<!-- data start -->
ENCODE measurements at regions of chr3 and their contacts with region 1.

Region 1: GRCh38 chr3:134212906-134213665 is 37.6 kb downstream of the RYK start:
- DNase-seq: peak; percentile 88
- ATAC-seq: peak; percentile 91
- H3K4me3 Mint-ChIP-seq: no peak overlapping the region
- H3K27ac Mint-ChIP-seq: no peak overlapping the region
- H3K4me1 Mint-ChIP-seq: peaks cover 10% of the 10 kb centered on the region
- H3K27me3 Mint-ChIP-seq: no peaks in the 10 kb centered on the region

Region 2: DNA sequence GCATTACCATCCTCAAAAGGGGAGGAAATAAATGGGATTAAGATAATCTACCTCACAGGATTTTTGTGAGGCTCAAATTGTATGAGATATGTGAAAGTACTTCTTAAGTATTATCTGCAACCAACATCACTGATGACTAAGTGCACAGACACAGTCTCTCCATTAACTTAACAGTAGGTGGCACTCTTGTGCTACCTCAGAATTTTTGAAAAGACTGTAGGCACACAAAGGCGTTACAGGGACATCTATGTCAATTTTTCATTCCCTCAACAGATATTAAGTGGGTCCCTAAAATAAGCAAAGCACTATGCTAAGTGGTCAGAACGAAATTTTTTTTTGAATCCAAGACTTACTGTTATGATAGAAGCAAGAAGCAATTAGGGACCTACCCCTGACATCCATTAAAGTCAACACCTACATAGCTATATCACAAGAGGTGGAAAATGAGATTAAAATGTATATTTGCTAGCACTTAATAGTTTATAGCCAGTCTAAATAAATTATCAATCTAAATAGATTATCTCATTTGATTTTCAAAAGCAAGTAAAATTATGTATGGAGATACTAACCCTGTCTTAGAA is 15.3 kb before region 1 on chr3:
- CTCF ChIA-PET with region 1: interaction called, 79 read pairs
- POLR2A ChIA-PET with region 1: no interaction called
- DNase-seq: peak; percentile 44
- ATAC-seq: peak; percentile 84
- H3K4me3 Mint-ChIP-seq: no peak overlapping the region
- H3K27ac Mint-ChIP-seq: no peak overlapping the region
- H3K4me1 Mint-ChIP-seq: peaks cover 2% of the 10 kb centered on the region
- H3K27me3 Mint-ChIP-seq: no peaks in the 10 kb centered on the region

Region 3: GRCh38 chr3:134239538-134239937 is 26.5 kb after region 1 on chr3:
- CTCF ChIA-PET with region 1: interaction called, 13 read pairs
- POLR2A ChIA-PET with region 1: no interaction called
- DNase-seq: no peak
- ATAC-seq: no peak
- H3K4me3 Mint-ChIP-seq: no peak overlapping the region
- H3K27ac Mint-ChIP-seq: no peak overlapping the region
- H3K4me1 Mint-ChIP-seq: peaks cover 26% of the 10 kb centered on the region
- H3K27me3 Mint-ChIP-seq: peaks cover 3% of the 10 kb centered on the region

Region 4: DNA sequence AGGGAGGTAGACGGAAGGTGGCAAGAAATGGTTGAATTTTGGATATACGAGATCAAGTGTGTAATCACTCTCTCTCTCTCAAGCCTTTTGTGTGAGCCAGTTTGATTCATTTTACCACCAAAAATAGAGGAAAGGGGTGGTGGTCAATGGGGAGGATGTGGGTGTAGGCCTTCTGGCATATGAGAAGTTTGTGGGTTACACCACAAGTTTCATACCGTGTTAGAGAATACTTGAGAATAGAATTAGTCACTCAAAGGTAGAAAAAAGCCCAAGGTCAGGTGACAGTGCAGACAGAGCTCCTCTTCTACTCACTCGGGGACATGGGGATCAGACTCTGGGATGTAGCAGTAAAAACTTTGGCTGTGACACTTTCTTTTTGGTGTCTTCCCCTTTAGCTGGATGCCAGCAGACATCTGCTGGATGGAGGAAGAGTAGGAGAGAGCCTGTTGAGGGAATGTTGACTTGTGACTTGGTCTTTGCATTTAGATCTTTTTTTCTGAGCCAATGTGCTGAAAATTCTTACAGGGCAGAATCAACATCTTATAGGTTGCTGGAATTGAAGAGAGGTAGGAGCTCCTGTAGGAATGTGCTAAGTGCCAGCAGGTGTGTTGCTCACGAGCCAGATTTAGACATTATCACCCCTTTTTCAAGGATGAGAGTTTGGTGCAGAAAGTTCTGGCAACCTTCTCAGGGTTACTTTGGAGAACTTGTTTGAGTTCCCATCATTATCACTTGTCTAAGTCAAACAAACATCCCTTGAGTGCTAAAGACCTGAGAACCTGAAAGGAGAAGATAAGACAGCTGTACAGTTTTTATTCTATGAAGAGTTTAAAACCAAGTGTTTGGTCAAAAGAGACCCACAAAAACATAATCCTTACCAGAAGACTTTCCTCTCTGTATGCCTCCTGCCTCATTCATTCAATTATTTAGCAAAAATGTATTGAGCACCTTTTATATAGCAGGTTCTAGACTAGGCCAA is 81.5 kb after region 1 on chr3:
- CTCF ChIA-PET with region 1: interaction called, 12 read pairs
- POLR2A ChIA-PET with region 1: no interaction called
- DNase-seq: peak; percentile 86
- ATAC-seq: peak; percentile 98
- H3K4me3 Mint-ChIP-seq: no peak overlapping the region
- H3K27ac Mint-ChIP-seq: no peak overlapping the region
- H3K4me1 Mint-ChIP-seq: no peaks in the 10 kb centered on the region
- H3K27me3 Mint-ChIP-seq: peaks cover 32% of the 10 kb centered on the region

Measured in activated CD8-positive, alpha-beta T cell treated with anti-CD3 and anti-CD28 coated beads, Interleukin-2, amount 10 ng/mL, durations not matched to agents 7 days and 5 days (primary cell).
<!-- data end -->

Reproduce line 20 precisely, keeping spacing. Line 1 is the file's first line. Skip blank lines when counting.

- POLR2A ChIA-PET with region 1: no interaction called